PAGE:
Be in the now. Be in the present moment. These are phrases we hear more and more in the current mindfulness movement. But the more I look for the now and the present moment, the more I realize that they can not be found! Each time I try to grasp them, they slip through my fingers as if trying to grasp air. Try it for yourself. Can you find the now? Can you find the present moment? If we really investigate and look closer, we start to see that both the now and the present moment can not be found. As soon as you say now, it is already the past. As soon as we think we are in the present moment, it is the past already. Thus when we take our mindfulness practice deeper and deeper, we start to see that there is no now or present moment.
The now or the present moment is just an expedient means for many people. We feel we can use it as a focus point for practice, thereby getting less distracted. It helps them to let go a little of the past and the future, but it is just the first step. At one point we also need to let go of the now and the present moment, being completely free of each of the three times. This doesn’t mean we can not plan about what we are doing tomorrow. But as soon as we have planned it, we let it go, no worry or fear, just free.
Present moment really means being present, not getting distracted by the present, past, and future. Not being distracted by the now. Many teachers say to let go of the past and the future; be in the now. But the now and the present moment, even if we can’t find it, also is a distraction because we can even say that it is in the now that we think about the past and the future. We do not think about the past in the past; we do not think about the future in the future. We do this kind of thinking in the now, in the present moment. Hence, we also need to let go of the now and the present moment, because it is only then that we stop getting distracted by the past and the future. Therefore to really go deeper into mindfulness and a spiritual practice, we need to let go of labeling things as past, present, and future altogether. By putting a label on time, we get more and more distracted from our true identity which is free of the three times: the past, present, future.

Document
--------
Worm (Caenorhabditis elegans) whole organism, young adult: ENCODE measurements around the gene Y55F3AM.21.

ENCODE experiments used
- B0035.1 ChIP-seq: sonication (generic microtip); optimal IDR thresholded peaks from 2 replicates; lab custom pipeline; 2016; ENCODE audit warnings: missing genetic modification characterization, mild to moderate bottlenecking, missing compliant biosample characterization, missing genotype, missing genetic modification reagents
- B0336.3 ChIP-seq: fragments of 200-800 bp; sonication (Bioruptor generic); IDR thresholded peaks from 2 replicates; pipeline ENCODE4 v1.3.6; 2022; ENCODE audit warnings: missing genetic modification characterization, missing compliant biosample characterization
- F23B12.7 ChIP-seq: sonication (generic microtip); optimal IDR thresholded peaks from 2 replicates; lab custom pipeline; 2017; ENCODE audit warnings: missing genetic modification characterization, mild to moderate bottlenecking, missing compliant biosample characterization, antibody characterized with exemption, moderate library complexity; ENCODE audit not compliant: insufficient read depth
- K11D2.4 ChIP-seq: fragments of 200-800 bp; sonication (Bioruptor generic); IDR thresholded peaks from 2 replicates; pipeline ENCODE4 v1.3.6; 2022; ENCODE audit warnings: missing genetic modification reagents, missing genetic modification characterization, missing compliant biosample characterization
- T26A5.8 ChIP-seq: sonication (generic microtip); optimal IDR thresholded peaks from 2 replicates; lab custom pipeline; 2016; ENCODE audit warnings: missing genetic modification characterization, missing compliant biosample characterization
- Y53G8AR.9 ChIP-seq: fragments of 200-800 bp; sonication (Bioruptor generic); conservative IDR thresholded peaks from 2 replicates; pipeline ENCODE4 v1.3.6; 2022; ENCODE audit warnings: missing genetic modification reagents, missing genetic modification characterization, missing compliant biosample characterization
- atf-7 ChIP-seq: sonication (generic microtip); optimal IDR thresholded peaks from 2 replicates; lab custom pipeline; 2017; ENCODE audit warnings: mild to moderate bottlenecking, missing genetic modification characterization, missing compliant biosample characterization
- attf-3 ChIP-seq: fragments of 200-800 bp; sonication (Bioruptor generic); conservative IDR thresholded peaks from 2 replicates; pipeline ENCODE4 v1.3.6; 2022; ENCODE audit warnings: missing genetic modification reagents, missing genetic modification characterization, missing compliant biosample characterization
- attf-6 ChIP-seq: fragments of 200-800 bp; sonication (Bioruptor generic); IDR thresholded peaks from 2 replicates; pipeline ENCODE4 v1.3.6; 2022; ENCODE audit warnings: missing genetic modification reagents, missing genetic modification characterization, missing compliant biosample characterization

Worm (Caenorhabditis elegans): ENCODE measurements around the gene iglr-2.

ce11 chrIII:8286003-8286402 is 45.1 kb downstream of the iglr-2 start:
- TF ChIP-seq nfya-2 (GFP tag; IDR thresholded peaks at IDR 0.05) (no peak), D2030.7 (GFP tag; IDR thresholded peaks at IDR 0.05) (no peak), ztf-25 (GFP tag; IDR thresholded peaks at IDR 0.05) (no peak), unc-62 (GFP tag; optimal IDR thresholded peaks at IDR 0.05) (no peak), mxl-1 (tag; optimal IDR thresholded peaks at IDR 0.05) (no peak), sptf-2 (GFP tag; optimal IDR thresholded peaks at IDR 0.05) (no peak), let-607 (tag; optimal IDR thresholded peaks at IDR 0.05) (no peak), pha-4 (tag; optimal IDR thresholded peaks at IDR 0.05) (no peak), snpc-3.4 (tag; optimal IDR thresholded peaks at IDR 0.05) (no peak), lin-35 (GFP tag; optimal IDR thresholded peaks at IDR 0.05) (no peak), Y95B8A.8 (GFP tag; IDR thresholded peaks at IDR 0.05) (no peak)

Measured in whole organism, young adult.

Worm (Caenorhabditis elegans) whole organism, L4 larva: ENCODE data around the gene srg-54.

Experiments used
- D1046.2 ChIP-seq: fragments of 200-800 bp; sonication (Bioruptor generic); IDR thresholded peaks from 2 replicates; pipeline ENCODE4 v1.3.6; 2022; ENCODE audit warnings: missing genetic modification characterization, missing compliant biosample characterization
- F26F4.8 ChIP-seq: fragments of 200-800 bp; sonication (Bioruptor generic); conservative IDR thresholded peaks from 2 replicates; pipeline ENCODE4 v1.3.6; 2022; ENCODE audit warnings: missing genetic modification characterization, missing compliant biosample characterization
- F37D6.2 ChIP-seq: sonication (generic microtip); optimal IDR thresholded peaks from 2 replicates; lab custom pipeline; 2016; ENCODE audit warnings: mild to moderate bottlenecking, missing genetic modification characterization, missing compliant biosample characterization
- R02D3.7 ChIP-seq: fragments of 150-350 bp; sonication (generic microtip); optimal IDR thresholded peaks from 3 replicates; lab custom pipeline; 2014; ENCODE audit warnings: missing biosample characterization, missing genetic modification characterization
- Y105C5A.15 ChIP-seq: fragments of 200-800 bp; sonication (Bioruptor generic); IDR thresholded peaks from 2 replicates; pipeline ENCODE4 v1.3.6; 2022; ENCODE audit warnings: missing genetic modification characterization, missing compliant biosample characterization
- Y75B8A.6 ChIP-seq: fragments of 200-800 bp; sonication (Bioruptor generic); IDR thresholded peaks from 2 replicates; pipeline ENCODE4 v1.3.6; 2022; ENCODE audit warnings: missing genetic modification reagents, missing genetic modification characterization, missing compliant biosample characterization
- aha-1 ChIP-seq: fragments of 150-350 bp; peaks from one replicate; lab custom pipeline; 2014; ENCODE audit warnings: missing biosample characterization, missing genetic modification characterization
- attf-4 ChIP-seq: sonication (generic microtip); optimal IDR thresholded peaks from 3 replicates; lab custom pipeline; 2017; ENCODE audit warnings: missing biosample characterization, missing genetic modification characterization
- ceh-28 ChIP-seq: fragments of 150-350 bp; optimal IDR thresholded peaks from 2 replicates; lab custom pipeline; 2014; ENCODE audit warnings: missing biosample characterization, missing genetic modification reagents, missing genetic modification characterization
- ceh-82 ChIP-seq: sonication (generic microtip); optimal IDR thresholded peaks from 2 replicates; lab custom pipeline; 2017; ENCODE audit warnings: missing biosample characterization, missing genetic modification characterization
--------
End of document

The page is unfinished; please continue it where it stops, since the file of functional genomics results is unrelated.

In fact when we let go of the three times, we start to have more time because normally we are so attached to time that it creates restrictions. I only have 5 minutes – I have to do this in an hour. All of these create restrictions; thus when we let go of these restrictions, we will start to see that we have more time to do things! Often we set very specific times for our meditation practice: 20 minutes, 45 minutes, you name it. But when we go deeper, we start to also realize that restricted time creates restricted meditation. Meditation is a state of mind, being completely present, not being distracted by the past, present, and future. And this needs to be integrated in all we do, during the day and night. Thus if we only can stay in this state of mind of meditation for 20 minutes or 45 minutes, we limit ourselves. Meditation needs to become life and life meditation.
Tilopa (988-1069), an Indian yogi, pointed this out very clearly in his teachings:
Don’t follow what is past and don’t invite the future. Don’t speculate about the present and don’t meditate with the intellect. Don’t analyze with discursive thought; utterly relax your mind.
With practice, as we begin to let go of our following, inviting, speculating and analyzing, we also can begin to utterly relax our mind – not into a now that does not exist, but into the timeless flow of the universe and our true identity.
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Recommended reading: The Inner Heart of Reiki: Rediscovering Your True Self.
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